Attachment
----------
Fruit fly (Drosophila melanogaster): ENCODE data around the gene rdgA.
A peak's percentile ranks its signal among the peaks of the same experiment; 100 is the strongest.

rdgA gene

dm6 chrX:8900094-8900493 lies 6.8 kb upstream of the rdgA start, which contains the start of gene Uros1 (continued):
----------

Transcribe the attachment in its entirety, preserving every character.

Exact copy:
Fruit fly (Drosophila melanogaster): ENCODE data around the gene rdgA.
A peak's percentile ranks its signal among the peaks of the same experiment; 100 is the strongest.

rdgA gene

dm6 chrX:8900094-8900493 lies 6.8 kb upstream of the rdgA start, which contains the start of gene Uros1 (continued):